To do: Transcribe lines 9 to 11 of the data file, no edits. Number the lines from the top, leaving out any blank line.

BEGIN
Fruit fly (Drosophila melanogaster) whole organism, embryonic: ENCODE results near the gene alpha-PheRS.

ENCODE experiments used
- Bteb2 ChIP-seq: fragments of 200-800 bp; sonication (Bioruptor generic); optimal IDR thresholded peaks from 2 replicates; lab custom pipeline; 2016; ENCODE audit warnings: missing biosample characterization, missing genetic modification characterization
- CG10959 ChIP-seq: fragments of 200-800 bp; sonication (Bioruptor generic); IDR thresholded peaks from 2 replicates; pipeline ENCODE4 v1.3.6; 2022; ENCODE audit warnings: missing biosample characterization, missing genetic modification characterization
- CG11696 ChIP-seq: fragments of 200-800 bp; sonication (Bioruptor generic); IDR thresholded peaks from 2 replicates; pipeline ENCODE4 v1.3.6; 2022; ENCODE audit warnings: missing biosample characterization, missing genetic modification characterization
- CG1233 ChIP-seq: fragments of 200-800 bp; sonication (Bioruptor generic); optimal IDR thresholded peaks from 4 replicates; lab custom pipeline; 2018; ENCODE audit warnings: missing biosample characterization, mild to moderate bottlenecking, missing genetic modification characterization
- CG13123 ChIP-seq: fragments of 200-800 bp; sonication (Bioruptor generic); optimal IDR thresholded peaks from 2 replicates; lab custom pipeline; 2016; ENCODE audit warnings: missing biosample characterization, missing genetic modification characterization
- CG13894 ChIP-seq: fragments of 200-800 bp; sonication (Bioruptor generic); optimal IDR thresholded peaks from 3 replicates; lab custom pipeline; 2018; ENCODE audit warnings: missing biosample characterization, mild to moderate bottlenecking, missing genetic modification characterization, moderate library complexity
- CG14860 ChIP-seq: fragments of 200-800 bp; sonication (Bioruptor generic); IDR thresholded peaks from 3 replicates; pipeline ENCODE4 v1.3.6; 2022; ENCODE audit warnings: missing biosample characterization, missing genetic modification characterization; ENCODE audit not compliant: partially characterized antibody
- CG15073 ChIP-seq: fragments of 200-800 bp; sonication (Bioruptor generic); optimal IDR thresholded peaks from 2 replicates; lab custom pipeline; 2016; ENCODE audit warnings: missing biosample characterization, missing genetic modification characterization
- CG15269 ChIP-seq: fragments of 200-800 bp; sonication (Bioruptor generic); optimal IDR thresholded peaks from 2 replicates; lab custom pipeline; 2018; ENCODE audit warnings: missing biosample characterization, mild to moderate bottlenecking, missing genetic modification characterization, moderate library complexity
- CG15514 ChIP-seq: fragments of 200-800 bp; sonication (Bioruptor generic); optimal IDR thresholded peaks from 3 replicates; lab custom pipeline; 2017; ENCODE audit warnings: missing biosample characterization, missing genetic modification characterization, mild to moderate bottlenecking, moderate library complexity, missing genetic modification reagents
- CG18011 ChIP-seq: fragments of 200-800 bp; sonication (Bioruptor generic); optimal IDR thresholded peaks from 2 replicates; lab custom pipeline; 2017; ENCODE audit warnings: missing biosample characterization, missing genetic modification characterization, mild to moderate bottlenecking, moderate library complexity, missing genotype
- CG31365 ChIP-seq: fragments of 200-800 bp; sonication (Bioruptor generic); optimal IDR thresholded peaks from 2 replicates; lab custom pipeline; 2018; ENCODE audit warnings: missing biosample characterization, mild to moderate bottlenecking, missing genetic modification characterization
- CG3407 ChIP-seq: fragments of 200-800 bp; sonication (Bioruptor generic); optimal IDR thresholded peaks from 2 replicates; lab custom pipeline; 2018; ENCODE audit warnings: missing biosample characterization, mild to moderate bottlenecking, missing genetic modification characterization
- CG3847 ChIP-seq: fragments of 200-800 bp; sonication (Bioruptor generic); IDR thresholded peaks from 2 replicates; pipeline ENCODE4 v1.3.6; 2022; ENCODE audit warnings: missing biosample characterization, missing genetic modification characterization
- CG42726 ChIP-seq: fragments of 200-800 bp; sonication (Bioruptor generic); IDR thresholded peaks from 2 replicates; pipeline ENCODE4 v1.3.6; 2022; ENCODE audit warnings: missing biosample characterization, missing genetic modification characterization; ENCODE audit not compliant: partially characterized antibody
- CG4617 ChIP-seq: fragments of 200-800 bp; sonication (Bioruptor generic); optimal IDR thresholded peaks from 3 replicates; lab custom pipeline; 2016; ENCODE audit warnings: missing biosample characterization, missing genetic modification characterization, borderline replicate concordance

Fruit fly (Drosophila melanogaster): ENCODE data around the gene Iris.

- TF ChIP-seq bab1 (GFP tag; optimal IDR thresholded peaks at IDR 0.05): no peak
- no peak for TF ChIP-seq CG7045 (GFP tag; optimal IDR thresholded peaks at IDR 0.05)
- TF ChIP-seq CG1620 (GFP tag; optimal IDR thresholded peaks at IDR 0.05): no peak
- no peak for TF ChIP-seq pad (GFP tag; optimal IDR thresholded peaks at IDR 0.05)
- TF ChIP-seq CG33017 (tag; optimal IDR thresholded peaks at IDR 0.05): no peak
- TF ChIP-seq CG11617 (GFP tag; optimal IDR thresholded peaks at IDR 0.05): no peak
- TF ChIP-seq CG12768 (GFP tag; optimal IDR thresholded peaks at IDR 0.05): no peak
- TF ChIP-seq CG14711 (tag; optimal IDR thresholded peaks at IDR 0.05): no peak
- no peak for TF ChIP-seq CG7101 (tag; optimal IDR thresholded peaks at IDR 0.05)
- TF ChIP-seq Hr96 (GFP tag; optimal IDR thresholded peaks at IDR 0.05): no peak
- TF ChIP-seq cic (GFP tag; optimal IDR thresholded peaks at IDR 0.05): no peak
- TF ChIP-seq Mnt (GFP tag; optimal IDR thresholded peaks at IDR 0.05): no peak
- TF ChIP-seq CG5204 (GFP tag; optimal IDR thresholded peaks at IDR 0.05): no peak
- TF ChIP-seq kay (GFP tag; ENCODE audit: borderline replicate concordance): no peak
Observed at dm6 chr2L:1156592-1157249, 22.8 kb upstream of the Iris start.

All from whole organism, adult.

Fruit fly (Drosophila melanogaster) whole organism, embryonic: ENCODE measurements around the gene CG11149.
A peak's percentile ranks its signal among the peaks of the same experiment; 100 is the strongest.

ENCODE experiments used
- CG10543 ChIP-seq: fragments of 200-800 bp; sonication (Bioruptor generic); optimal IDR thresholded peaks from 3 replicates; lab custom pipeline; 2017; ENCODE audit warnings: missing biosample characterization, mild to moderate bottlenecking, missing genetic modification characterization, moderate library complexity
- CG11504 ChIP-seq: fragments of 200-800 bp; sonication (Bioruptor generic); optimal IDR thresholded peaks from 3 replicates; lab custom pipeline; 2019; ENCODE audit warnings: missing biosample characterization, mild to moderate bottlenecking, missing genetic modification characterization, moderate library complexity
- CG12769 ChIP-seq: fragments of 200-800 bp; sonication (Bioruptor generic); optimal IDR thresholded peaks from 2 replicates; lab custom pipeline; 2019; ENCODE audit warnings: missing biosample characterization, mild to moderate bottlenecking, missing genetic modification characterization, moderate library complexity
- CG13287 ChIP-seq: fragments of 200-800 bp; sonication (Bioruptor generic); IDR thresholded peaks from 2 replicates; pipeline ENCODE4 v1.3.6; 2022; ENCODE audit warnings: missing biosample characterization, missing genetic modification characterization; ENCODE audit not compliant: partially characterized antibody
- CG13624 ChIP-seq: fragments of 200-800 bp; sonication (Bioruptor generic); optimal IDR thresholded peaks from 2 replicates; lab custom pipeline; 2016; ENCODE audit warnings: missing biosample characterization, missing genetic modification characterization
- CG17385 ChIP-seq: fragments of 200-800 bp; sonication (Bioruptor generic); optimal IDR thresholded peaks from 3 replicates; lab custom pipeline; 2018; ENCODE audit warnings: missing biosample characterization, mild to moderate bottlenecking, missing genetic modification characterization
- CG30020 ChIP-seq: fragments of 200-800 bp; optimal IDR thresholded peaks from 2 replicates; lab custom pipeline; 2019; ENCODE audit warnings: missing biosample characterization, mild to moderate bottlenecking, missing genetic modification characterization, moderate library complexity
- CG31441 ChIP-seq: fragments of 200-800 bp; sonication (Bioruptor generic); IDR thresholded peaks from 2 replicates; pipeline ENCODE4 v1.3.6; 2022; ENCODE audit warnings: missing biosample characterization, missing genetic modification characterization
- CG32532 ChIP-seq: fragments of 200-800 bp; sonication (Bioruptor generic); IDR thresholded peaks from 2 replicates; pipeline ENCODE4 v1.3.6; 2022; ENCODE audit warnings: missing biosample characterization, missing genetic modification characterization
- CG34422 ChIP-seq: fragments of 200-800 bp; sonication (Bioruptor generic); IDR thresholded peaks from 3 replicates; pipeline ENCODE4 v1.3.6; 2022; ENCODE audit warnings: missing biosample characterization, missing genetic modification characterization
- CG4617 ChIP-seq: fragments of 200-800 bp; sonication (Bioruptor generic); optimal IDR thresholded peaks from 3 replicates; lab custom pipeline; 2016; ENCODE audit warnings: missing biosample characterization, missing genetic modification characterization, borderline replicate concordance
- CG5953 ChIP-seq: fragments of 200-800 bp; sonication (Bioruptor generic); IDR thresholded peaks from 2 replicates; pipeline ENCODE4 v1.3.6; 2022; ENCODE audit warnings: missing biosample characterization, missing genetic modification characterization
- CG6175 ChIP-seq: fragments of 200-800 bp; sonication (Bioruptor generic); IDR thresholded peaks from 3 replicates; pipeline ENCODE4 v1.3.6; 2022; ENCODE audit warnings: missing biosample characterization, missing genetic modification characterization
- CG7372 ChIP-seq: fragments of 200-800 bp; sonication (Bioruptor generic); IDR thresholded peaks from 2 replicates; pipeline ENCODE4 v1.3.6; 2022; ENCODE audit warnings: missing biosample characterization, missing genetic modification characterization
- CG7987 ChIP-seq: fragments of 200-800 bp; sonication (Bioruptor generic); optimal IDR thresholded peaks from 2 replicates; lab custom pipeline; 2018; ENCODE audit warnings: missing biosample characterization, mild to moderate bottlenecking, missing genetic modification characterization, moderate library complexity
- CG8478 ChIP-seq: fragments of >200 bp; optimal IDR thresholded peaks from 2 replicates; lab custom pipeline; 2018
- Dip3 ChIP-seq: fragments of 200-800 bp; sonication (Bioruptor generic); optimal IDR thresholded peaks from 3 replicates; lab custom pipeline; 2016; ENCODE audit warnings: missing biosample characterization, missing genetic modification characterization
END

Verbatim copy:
- CG14860 ChIP-seq: fragments of 200-800 bp; sonication (Bioruptor generic); IDR thresholded peaks from 3 replicates; pipeline ENCODE4 v1.3.6; 2022; ENCODE audit warnings: missing biosample characterization, missing genetic modification characterization; ENCODE audit not compliant: partially characterized antibody
- CG15073 ChIP-seq: fragments of 200-800 bp; sonication (Bioruptor generic); optimal IDR thresholded peaks from 2 replicates; lab custom pipeline; 2016; ENCODE audit warnings: missing biosample characterization, missing genetic modification characterization
- CG15269 ChIP-seq: fragments of 200-800 bp; sonication (Bioruptor generic); optimal IDR thresholded peaks from 2 replicates; lab custom pipeline; 2018; ENCODE audit warnings: missing biosample characterization, mild to moderate bottlenecking, missing genetic modification characterization, moderate library complexity